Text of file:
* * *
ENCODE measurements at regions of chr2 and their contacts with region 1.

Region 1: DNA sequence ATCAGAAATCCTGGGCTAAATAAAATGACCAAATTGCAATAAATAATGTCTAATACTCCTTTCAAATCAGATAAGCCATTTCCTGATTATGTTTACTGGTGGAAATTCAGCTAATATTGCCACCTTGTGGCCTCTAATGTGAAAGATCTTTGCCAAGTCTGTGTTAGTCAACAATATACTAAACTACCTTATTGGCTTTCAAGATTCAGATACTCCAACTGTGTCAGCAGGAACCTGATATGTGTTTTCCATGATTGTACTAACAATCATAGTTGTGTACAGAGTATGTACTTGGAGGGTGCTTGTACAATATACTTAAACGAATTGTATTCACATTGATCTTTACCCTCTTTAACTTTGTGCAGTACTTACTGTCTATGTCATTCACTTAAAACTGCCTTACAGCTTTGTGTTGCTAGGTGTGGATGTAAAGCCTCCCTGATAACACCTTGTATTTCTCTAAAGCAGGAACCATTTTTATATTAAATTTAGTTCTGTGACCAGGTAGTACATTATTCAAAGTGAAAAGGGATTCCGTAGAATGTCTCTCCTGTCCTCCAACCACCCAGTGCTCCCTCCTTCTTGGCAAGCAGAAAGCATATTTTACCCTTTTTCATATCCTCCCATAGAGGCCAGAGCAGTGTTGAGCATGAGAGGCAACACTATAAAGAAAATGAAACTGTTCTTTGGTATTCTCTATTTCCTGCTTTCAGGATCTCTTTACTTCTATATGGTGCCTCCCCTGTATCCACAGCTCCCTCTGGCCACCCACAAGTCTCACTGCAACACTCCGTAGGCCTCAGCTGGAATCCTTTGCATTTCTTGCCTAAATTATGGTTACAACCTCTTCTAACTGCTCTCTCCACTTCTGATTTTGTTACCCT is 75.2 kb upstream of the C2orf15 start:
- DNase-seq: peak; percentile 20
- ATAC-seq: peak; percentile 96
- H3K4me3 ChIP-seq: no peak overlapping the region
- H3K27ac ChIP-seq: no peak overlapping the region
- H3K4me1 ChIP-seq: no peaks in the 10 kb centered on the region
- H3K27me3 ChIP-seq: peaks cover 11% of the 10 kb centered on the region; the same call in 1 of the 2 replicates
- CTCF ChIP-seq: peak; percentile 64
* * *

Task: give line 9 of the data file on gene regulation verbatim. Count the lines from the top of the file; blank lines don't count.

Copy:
- CTCF ChIP-seq: peak; percentile 64